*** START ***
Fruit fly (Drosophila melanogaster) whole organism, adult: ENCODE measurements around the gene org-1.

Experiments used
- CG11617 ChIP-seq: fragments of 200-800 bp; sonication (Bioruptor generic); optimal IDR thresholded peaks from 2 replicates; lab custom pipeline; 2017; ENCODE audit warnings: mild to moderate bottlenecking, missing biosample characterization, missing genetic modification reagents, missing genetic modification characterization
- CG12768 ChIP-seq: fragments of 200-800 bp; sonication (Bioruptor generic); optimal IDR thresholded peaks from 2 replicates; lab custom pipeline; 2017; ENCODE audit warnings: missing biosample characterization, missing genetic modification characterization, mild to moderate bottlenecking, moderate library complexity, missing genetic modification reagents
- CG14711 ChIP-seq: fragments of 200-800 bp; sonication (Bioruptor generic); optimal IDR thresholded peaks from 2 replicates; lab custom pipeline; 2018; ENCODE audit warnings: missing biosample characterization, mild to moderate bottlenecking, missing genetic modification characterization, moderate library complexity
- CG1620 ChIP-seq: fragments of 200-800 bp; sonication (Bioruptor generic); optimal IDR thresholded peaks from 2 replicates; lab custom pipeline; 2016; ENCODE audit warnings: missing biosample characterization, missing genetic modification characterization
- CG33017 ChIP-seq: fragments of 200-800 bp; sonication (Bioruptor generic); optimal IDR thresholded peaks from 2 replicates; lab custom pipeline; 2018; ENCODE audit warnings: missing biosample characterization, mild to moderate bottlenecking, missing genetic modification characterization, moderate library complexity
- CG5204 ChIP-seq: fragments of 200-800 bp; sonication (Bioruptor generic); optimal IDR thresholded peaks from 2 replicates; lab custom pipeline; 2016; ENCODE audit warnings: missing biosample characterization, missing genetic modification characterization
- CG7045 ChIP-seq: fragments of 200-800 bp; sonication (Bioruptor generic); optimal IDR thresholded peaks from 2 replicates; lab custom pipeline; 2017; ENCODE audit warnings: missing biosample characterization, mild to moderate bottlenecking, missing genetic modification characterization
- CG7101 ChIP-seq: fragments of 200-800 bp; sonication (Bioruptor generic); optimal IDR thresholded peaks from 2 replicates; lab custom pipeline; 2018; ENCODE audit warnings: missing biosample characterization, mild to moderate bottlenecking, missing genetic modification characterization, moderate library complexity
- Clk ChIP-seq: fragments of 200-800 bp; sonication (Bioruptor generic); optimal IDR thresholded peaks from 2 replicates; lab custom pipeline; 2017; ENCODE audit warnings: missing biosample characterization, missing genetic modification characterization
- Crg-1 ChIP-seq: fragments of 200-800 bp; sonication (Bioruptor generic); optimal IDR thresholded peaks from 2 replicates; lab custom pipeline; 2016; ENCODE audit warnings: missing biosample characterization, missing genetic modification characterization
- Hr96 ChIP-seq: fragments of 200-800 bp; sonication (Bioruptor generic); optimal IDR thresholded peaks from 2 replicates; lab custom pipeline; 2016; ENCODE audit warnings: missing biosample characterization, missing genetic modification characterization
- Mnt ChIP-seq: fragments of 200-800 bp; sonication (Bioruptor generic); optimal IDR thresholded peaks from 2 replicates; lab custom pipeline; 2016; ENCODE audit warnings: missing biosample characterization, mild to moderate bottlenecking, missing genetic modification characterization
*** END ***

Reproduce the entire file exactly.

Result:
Fruit fly (Drosophila melanogaster) whole organism, adult: ENCODE measurements around the gene org-1.

Experiments used
- CG11617 ChIP-seq: fragments of 200-800 bp; sonication (Bioruptor generic); optimal IDR thresholded peaks from 2 replicates; lab custom pipeline; 2017; ENCODE audit warnings: mild to moderate bottlenecking, missing biosample characterization, missing genetic modification reagents, missing genetic modification characterization
- CG12768 ChIP-seq: fragments of 200-800 bp; sonication (Bioruptor generic); optimal IDR thresholded peaks from 2 replicates; lab custom pipeline; 2017; ENCODE audit warnings: missing biosample characterization, missing genetic modification characterization, mild to moderate bottlenecking, moderate library complexity, missing genetic modification reagents
- CG14711 ChIP-seq: fragments of 200-800 bp; sonication (Bioruptor generic); optimal IDR thresholded peaks from 2 replicates; lab custom pipeline; 2018; ENCODE audit warnings: missing biosample characterization, mild to moderate bottlenecking, missing genetic modification characterization, moderate library complexity
- CG1620 ChIP-seq: fragments of 200-800 bp; sonication (Bioruptor generic); optimal IDR thresholded peaks from 2 replicates; lab custom pipeline; 2016; ENCODE audit warnings: missing biosample characterization, missing genetic modification characterization
- CG33017 ChIP-seq: fragments of 200-800 bp; sonication (Bioruptor generic); optimal IDR thresholded peaks from 2 replicates; lab custom pipeline; 2018; ENCODE audit warnings: missing biosample characterization, mild to moderate bottlenecking, missing genetic modification characterization, moderate library complexity
- CG5204 ChIP-seq: fragments of 200-800 bp; sonication (Bioruptor generic); optimal IDR thresholded peaks from 2 replicates; lab custom pipeline; 2016; ENCODE audit warnings: missing biosample characterization, missing genetic modification characterization
- CG7045 ChIP-seq: fragments of 200-800 bp; sonication (Bioruptor generic); optimal IDR thresholded peaks from 2 replicates; lab custom pipeline; 2017; ENCODE audit warnings: missing biosample characterization, mild to moderate bottlenecking, missing genetic modification characterization
- CG7101 ChIP-seq: fragments of 200-800 bp; sonication (Bioruptor generic); optimal IDR thresholded peaks from 2 replicates; lab custom pipeline; 2018; ENCODE audit warnings: missing biosample characterization, mild to moderate bottlenecking, missing genetic modification characterization, moderate library complexity
- Clk ChIP-seq: fragments of 200-800 bp; sonication (Bioruptor generic); optimal IDR thresholded peaks from 2 replicates; lab custom pipeline; 2017; ENCODE audit warnings: missing biosample characterization, missing genetic modification characterization
- Crg-1 ChIP-seq: fragments of 200-800 bp; sonication (Bioruptor generic); optimal IDR thresholded peaks from 2 replicates; lab custom pipeline; 2016; ENCODE audit warnings: missing biosample characterization, missing genetic modification characterization
- Hr96 ChIP-seq: fragments of 200-800 bp; sonication (Bioruptor generic); optimal IDR thresholded peaks from 2 replicates; lab custom pipeline; 2016; ENCODE audit warnings: missing biosample characterization, missing genetic modification characterization
- Mnt ChIP-seq: fragments of 200-800 bp; sonication (Bioruptor generic); optimal IDR thresholded peaks from 2 replicates; lab custom pipeline; 2016; ENCODE audit warnings: missing biosample characterization, mild to moderate bottlenecking, missing genetic modification characterization